He’s Back

Sound like something out of a horror movie?  He’s back?  Well, it feels kind of like a horror movie to me.

We have a downstairs apartment in our house.  It is large and comfortable and my daughter and her family rent it from us.  Unless we make an effort to see each other, we could actually go for long periods without running into each other at all.  Yesterday, my daughter’s husband Jay called and asked if he could come and see his daughter.  My daughter, Lee, was calm and said ok.  He arranged to come at a time when he knew my husband and I would both be at exercise class so he wouldn’t run into us.  He must have been pretty uncomfortable since  it was not likely that we would run into each other anyway.

He came over and he talked about how unhappy he was.  He said he felt Lee didn’t care about him at all.  He said that they had tried counseling and it didn’t work, so he thought it was over.  But he says he’s not ready to call it quits.  He doesn’t want to lose his daughter.  He doesn’t want to lose his family.  So Lee agreed to give it another try.  He said, however, that he would need to be able to go out whenever he wanted to and not feel hemmed in by her.  She said they needed to go back to counseling.  He said he would think about it.

It sounds like a crock of shit to me.  Pardon my language but I am upset.  She should not have agreed to this.  It sounds just like all the cheating spouses I’ve read about.  And where was he for the past several days?  He says he slept in his car.  Likely story.

Counseling didn’t work?  He never gave it much of a chance.  After 3 sessions he refused to go back.  Lee really liked her and went back for individual sessions.  He threw a fit.  He didn’t want anyone knowing about their problems and he didn’t want Lee talking to someone about him when he wasn’t there.  But no, he wouldn’t go back.

She believes his story.  She’s letting him back in.  I don’t buy it.  The red flags are all up and blowing in my face.  My husband says I should shut up and stay out of it.  I haven’t told her my feelings about it.  Daniel and I were together when she came to tell us that he was back.  She told us what he said.  I told her we would always be here for her, no matter what happened.  Daniel stopped me from saying anymore.  He said to let them figure it out on their own.  He says no one could have talked him out of his decisions back then…

I will find the time to tell her my misgivings alone.  Will that really accomplish anything?  I am struggling with this decision.

I would like to go downstairs and move the baby and Lee upstairs with us, and throw his sorry ass out.  But that would make me an overbearing mother.  It’s just killing me inside.

I have to admit that my judgment may be clouded.  It’s just so damned hard to stand by and watch my daughter go down this road.  Maybe it’s time to turn into the FBI again.  I did it when I was suspicious of Daniel’s relationship with his old girlfriend.  I did it after D-day when I wanted to know all the details.  Maybe it’s time again… or should I wait until the red flags go off in Lee’s head?  Would I have wanted my mother to step in this way?  I would probably have brushed her off and told her that I would probably sense it if Daniel was being unfaithful.  And look how dumb I would have been…


22 thoughts on “He’s Back

  1. Amy says:

    Wow. This is a tough one. I can’t even imagine how hard that would be. How old is your daughter? That might make a difference. I don’t know if that would even make a difference. I guess we are all different. I’m so sorry this is happening. The only positive thing for this is maybe your husband will see what this type of behavior is doing to his daughter and it is the same behavior that hurt her mother. Hugs.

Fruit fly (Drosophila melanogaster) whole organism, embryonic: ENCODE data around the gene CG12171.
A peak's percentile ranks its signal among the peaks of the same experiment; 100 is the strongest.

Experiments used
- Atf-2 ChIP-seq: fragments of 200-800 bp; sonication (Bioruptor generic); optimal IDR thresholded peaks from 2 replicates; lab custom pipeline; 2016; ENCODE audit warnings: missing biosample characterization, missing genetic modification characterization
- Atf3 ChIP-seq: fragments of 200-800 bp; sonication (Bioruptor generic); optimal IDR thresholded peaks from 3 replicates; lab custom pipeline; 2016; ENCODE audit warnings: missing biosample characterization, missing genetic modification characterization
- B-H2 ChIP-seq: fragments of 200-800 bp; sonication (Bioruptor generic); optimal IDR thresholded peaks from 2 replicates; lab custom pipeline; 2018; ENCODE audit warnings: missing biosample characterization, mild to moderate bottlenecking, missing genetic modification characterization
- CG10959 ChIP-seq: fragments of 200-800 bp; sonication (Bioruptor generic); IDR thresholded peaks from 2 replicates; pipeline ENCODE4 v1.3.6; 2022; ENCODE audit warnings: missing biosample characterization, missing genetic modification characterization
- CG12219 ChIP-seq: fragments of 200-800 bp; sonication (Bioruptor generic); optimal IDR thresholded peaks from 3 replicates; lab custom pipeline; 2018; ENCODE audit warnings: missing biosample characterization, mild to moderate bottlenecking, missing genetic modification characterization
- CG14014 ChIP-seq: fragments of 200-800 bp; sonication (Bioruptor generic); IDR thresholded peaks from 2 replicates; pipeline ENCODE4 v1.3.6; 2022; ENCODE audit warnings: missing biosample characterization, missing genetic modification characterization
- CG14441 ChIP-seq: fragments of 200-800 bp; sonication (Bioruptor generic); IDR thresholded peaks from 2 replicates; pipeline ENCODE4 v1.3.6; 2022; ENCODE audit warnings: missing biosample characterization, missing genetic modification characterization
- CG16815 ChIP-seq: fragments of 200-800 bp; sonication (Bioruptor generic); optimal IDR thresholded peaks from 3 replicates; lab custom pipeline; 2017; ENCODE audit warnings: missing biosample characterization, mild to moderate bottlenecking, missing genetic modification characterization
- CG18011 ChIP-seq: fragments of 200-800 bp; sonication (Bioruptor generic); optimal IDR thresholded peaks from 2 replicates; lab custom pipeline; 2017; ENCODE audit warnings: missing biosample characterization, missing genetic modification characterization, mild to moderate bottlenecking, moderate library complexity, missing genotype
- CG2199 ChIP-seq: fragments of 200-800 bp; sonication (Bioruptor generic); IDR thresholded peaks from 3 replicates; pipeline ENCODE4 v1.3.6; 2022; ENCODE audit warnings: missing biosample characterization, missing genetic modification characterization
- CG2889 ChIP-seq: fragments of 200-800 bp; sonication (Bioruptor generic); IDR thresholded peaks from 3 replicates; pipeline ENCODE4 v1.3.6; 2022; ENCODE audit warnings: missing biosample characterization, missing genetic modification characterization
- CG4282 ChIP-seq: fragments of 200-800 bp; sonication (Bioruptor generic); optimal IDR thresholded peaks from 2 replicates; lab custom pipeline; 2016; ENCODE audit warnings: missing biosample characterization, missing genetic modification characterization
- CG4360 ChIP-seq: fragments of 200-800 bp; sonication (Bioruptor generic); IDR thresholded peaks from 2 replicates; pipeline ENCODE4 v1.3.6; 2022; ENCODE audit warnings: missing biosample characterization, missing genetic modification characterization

• Not Over It says:

      Thank you, Amy. My daughter is 24. And you know what, my husband has indeed noticed that there many things Jay has said that sound just like him. Imagine that…

      Love & prayers,

      • Amy says:

        she may or may not listen…i listened too much to my mom at that age and honestly i shouldn’t have. but that is because she was telling me my now ex-husband was really good for me. he met everything on the checklist but i felt something was off. and when we lived together i found out he wasn’t as sweet as he appeared. good luck! love and prayers to you as well! 🙂

      • Not Over It says:

        Hi Amy – interesting. My son-in-law fit almost nothing on our checklist. My daughter has good instincts in most situations, but she was totally blind on this one. Even her brother and sister tried to talk her out of marrying him. Now she sees… hopefully she will see enough.

        She and I had dinner together tonight. Both our husbands were working late and she wanted to eat something her husband didn’t like. But really, she just wanted to be in her mom’s kitchen, getting fussed over and loved up. She didn’t want to talk yet. She just wanted to feel loved. And she always does when she is with me. I loved her up real good.

        Thank you for your prayers and your support, Amy. There are no words to express how much I appreciate everyone here.

        More love & prayers for you,

  2. exercisegrace says:

    Oh DJ, my heart is breaking for you that you have to deal with this. Its one thing to deal with this ourselves, but to have to watch a precious child travel the same road. Unspeakable. I think Daniel is right, to some extent, she WILL have to figure it out for herself. Whether she makes him go or lets him stay, she has to have peace that SHE made that determination. What I WOULD do, is choose my two favorite books (“Not Just Friends”) is the first one that jumps to mind, give them to her and ask her to read them. I would tell her that you are there for her if she needs to ask any questions or just needs a listening ear. I would be very, very careful as he could be at your Thanksgiving table from now on….awkward! So I would be careful to couch what I little I said in generalities. Mostly just letting her talk and validating her feelings. I think the tools that someone needs most after finding out about infidelity is support, and good, sound unbiased information ABOUT affairs. That can then coalesce into the decision making process that needs to happen. Believe me DJ, you have my thoughts and prayers.